SILENCE BEFORE THE STORM IN TURKISH-US RELATIONS?
Hurriyet Daily news, Turkey
Feb 17 2015
Whenever you ask diplomatic sources about U.S.-Turkey relations, the
kind of answer you get is usually about the “absence of any problems.”
Relations between Turkey and the United States seem to work well at
the bureaucratic level on matters of daily needs between diplomats,
intelligence officers and soldiers. The fact that the Commander of
the Turkish Land Forces General Hulusi Akar received a Legion of
Merit medal from the U.S. Department of Defense is an indication of
close cooperation in action.
However, it is difficult to say the same at the political level
nowadays. For example, cooperation at the bureaucratic level did
not help Turkey’s European Union Affairs Minister Volkan BozkÃ„Â±r,
a former diplomat himself, get political appointments suitable for
his position when he was in Washington DC earlier this month.
The last telephone call made public between Turkish President
Tayyip Erdogan and U.S. President Barack Obama was on Oct. 18
(Oct. 19 in Turkish time), 2014. That conversation was mostly about
the predominantly Kurdish-populated Syrian border town of Kobane,
which was at the time under attack by the Islamic State of Iraq and
the Levant (ISIL). Obama was telling Erdogan about the U.S. air drop
that was due to start the next morning in support of the Kurdish
fighters resisting against the ISIL advance.
With the help of that air drop and with Turkey’s opening of its
territory for the passage of fighters from Iraq’s Kurdistan Regional
Government (KRG) to Kobane, the ISIL attack was beaten back.
But since that call there have been a number of rows between the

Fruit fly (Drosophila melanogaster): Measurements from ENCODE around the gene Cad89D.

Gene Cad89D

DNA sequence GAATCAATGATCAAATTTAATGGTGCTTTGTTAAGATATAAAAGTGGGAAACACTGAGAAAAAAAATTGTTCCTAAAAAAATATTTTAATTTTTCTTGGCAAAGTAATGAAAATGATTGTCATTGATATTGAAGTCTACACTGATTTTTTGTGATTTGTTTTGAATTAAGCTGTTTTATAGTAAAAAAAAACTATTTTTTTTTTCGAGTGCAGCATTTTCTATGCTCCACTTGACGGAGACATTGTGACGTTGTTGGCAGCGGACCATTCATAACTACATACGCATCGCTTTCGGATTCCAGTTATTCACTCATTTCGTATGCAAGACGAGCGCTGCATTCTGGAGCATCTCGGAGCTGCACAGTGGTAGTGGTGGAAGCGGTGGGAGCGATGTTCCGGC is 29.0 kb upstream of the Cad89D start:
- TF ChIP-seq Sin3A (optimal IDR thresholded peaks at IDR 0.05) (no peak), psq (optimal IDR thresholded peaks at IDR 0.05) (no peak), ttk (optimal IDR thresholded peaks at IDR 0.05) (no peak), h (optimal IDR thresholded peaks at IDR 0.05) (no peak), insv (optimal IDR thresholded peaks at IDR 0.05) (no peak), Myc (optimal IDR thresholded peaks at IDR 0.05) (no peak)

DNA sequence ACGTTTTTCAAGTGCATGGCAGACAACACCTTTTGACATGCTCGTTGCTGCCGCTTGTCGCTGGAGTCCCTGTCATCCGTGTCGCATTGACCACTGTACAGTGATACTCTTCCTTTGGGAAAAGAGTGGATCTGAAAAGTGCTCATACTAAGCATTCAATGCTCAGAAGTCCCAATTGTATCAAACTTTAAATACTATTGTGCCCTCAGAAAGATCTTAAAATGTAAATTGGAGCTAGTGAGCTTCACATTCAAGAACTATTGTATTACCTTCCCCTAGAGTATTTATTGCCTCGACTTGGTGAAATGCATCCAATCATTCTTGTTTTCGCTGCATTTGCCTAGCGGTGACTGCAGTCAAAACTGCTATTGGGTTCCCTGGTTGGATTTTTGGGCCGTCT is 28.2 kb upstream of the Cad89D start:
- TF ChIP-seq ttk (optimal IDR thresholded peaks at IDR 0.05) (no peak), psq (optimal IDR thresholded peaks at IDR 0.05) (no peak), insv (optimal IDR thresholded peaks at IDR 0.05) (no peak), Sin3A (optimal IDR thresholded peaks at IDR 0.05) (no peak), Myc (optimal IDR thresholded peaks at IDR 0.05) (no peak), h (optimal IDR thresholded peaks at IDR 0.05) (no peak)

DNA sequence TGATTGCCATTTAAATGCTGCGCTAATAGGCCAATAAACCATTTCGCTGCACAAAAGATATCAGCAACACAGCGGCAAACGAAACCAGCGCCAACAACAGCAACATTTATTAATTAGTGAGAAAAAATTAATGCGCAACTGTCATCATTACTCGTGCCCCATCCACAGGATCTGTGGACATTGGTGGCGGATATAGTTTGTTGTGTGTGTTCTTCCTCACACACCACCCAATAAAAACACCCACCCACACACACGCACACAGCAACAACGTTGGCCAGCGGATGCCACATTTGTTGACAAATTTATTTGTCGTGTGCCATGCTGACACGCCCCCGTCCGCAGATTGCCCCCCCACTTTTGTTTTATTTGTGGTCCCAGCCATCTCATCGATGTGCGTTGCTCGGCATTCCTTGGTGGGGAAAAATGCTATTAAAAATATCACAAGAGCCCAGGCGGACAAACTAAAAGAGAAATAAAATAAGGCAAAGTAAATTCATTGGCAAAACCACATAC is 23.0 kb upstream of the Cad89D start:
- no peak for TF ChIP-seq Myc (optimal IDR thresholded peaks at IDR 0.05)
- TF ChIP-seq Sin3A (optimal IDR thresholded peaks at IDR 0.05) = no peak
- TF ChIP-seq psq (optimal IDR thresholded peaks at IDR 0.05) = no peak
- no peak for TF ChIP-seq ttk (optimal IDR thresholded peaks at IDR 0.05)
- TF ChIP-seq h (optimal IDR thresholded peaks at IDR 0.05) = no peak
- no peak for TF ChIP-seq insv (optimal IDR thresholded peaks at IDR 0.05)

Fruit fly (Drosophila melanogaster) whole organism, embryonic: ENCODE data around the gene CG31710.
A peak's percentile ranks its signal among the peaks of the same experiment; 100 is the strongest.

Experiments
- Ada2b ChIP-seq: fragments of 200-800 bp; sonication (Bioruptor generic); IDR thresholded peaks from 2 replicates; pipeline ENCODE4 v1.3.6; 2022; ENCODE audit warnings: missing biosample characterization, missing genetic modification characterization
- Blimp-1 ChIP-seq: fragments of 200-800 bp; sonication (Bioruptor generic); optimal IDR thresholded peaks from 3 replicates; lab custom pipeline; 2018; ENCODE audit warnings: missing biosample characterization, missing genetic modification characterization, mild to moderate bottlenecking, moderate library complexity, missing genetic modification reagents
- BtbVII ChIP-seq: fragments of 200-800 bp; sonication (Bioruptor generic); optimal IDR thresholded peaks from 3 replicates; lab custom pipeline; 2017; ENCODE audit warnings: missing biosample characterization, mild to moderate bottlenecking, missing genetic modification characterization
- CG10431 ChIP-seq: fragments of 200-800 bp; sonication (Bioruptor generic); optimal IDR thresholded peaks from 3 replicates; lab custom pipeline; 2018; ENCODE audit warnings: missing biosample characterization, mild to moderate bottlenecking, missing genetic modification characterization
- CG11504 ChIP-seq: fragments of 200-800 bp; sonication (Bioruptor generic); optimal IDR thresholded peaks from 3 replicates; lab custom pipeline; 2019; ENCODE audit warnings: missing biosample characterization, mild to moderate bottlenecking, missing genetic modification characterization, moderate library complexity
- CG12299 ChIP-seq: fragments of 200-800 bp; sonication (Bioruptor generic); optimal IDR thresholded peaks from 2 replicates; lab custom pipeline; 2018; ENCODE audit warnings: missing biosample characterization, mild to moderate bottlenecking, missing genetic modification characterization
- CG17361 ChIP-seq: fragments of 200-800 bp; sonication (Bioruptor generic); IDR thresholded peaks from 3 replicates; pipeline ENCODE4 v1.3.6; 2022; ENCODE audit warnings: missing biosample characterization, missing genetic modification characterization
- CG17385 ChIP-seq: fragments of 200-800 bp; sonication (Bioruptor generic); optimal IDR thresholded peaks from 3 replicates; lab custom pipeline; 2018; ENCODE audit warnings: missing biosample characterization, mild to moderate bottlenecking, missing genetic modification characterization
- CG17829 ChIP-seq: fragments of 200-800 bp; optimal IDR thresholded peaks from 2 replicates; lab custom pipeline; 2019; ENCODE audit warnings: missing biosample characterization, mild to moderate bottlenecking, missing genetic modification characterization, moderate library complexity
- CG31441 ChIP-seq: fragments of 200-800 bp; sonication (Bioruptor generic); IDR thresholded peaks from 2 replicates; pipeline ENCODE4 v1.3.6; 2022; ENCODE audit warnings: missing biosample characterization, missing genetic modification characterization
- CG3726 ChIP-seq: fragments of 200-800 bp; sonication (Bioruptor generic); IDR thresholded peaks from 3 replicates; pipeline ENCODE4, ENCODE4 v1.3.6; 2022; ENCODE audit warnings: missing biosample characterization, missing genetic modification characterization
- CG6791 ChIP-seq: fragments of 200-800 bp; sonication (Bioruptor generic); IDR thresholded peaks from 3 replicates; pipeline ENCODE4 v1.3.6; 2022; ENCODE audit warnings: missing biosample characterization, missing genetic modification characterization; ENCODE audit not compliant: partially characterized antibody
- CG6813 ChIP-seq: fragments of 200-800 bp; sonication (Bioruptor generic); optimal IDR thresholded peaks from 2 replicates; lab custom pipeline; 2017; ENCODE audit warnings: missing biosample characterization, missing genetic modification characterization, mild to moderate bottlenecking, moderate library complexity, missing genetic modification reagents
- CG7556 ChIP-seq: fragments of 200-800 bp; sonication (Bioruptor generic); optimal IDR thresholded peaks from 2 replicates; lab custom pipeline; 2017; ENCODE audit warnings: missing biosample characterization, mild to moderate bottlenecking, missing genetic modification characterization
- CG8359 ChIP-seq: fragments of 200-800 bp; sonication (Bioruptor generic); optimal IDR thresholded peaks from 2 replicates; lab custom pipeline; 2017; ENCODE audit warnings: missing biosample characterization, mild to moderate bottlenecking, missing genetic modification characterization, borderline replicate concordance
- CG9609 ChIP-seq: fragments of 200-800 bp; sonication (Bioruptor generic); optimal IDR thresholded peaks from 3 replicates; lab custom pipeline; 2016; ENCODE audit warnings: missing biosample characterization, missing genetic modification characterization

Erdogan and Obama administrations, usually triggered by a remark from
Erdogan himself, and usually on matters related to Western hypocrisy
about Bashar al-Assad’s rule in Syria, Abdel Fattah el-Sisi’s rule in
Egypt, Israel, or Islamophobia. The most recent example was Erdogan’s
slamming of Obama for not reacting to the recent killing of three
Muslim students in North Carolina. “If you don’t, you won’t have
the right to criticize ISIL,” he said. Obama condemned the killings
the next day, but in the meantime the State Department had issued a
strongly worded statement against Erdogan’s words.
When you scratch the surface a little, you find “long-term stress”
infecting Turkish-U.S. relations. By that expression, what is meant
is a close cooperation between the two that started with Turkey’s
entrance to NATO in 1952.
The reason for this stress is not only about Syria, Egypt, Israel,
and the fight against terrorism exercised by certain radical Islamist
groups – but rather Russia. Nobody talks on-the-record about it,
but Turkey’s stance regarding its northern neighbor on the Ukraine
crisis seems to be a source of problems.
Relations between the Erdogan and Obama administrations are also
heading to another test on the Armenian issue in April. There is
almost no lobby left in Washington DC to work on Turkey’s behalf on
the issue – not even an Arab lobby, let alone a Jewish one.
As you can read in Burak Bekdil’s piece in the Hurriyet Daily News
today, the Turkish government has postponed its decision on a strategic
anti-missile system until after April 24, a critical date for Armenian
lobbying moves in the U.S. Congress.
And still no high level political link can be observed between Turkey
and the U.S. Is this a silence before a storm in relations? Or is it
worse, a silence before an even deeper silence?
From: A. Papazian